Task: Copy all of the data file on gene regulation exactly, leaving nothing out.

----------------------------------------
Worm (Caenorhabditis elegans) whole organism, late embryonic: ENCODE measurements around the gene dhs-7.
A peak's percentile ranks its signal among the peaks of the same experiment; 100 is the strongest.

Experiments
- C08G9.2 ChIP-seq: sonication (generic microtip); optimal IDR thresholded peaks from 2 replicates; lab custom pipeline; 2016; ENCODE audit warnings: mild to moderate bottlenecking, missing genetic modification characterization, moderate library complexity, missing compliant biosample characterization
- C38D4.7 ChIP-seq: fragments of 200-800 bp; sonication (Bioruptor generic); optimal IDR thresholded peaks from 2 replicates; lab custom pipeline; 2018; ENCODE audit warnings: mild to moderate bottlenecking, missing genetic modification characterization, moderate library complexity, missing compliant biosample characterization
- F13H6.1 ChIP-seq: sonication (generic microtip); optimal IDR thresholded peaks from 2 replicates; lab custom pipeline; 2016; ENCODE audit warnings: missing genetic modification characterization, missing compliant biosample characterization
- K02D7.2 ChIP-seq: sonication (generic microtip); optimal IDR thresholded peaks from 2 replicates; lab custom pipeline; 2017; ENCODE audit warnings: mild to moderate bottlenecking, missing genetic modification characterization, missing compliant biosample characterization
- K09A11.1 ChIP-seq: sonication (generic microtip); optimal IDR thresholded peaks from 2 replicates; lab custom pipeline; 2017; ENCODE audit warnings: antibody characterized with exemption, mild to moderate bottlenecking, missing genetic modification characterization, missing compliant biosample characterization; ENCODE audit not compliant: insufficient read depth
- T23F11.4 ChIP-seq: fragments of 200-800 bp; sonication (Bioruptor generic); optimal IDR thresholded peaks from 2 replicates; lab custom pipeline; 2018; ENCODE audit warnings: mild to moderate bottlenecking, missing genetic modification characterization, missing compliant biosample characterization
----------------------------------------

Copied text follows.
Worm (Caenorhabditis elegans) whole organism, late embryonic: ENCODE measurements around the gene dhs-7.
A peak's percentile ranks its signal among the peaks of the same experiment; 100 is the strongest.

Experiments
- C08G9.2 ChIP-seq: sonication (generic microtip); optimal IDR thresholded peaks from 2 replicates; lab custom pipeline; 2016; ENCODE audit warnings: mild to moderate bottlenecking, missing genetic modification characterization, moderate library complexity, missing compliant biosample characterization
- C38D4.7 ChIP-seq: fragments of 200-800 bp; sonication (Bioruptor generic); optimal IDR thresholded peaks from 2 replicates; lab custom pipeline; 2018; ENCODE audit warnings: mild to moderate bottlenecking, missing genetic modification characterization, moderate library complexity, missing compliant biosample characterization
- F13H6.1 ChIP-seq: sonication (generic microtip); optimal IDR thresholded peaks from 2 replicates; lab custom pipeline; 2016; ENCODE audit warnings: missing genetic modification characterization, missing compliant biosample characterization
- K02D7.2 ChIP-seq: sonication (generic microtip); optimal IDR thresholded peaks from 2 replicates; lab custom pipeline; 2017; ENCODE audit warnings: mild to moderate bottlenecking, missing genetic modification characterization, missing compliant biosample characterization
- K09A11.1 ChIP-seq: sonication (generic microtip); optimal IDR thresholded peaks from 2 replicates; lab custom pipeline; 2017; ENCODE audit warnings: antibody characterized with exemption, mild to moderate bottlenecking, missing genetic modification characterization, missing compliant biosample characterization; ENCODE audit not compliant: insufficient read depth
- T23F11.4 ChIP-seq: fragments of 200-800 bp; sonication (Bioruptor generic); optimal IDR thresholded peaks from 2 replicates; lab custom pipeline; 2018; ENCODE audit warnings: mild to moderate bottlenecking, missing genetic modification characterization, missing compliant biosample characterization